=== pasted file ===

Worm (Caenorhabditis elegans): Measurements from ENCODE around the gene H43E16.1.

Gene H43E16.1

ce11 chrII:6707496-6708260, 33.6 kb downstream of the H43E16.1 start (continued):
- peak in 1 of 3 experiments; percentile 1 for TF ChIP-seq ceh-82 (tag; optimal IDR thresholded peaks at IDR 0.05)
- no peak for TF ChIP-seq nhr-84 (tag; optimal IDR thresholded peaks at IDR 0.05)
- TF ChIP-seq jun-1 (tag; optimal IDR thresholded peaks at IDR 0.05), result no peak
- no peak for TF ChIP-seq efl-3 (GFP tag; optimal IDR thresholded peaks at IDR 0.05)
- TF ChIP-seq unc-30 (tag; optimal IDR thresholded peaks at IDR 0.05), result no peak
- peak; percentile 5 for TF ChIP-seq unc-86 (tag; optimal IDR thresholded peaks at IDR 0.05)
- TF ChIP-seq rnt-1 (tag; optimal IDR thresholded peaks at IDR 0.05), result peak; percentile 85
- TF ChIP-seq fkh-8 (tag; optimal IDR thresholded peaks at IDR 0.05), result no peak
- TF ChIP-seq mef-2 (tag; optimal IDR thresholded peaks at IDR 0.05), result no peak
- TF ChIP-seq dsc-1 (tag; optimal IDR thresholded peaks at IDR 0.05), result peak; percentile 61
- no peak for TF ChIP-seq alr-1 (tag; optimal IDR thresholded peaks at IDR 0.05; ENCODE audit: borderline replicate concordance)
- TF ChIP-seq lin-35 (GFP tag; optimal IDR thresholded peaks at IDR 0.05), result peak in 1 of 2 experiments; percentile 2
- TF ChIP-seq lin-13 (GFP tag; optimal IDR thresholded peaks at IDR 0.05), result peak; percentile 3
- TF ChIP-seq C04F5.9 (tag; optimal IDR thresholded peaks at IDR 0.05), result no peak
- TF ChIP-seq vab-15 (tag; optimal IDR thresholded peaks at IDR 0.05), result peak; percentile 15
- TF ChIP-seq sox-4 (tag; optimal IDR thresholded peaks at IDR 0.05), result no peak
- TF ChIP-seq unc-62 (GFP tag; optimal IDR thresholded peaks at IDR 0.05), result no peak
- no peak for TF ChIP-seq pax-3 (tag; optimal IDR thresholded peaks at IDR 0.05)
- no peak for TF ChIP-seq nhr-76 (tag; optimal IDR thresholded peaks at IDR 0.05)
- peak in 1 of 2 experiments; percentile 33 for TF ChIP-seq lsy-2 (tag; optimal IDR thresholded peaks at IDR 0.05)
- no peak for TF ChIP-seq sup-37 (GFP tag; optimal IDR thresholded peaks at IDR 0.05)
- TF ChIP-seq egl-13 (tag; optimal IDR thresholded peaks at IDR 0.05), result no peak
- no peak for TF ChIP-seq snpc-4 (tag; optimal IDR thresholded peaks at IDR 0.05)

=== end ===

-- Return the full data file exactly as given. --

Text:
Worm (Caenorhabditis elegans): Measurements from ENCODE around the gene H43E16.1.

Gene H43E16.1

ce11 chrII:6707496-6708260, 33.6 kb downstream of the H43E16.1 start (continued):
- peak in 1 of 3 experiments; percentile 1 for TF ChIP-seq ceh-82 (tag; optimal IDR thresholded peaks at IDR 0.05)
- no peak for TF ChIP-seq nhr-84 (tag; optimal IDR thresholded peaks at IDR 0.05)
- TF ChIP-seq jun-1 (tag; optimal IDR thresholded peaks at IDR 0.05), result no peak
- no peak for TF ChIP-seq efl-3 (GFP tag; optimal IDR thresholded peaks at IDR 0.05)
- TF ChIP-seq unc-30 (tag; optimal IDR thresholded peaks at IDR 0.05), result no peak
- peak; percentile 5 for TF ChIP-seq unc-86 (tag; optimal IDR thresholded peaks at IDR 0.05)
- TF ChIP-seq rnt-1 (tag; optimal IDR thresholded peaks at IDR 0.05), result peak; percentile 85
- TF ChIP-seq fkh-8 (tag; optimal IDR thresholded peaks at IDR 0.05), result no peak
- TF ChIP-seq mef-2 (tag; optimal IDR thresholded peaks at IDR 0.05), result no peak
- TF ChIP-seq dsc-1 (tag; optimal IDR thresholded peaks at IDR 0.05), result peak; percentile 61
- no peak for TF ChIP-seq alr-1 (tag; optimal IDR thresholded peaks at IDR 0.05; ENCODE audit: borderline replicate concordance)
- TF ChIP-seq lin-35 (GFP tag; optimal IDR thresholded peaks at IDR 0.05), result peak in 1 of 2 experiments; percentile 2
- TF ChIP-seq lin-13 (GFP tag; optimal IDR thresholded peaks at IDR 0.05), result peak; percentile 3
- TF ChIP-seq C04F5.9 (tag; optimal IDR thresholded peaks at IDR 0.05), result no peak
- TF ChIP-seq vab-15 (tag; optimal IDR thresholded peaks at IDR 0.05), result peak; percentile 15
- TF ChIP-seq sox-4 (tag; optimal IDR thresholded peaks at IDR 0.05), result no peak
- TF ChIP-seq unc-62 (GFP tag; optimal IDR thresholded peaks at IDR 0.05), result no peak
- no peak for TF ChIP-seq pax-3 (tag; optimal IDR thresholded peaks at IDR 0.05)
- no peak for TF ChIP-seq nhr-76 (tag; optimal IDR thresholded peaks at IDR 0.05)
- peak in 1 of 2 experiments; percentile 33 for TF ChIP-seq lsy-2 (tag; optimal IDR thresholded peaks at IDR 0.05)
- no peak for TF ChIP-seq sup-37 (GFP tag; optimal IDR thresholded peaks at IDR 0.05)
- TF ChIP-seq egl-13 (tag; optimal IDR thresholded peaks at IDR 0.05), result no peak
- no peak for TF ChIP-seq snpc-4 (tag; optimal IDR thresholded peaks at IDR 0.05)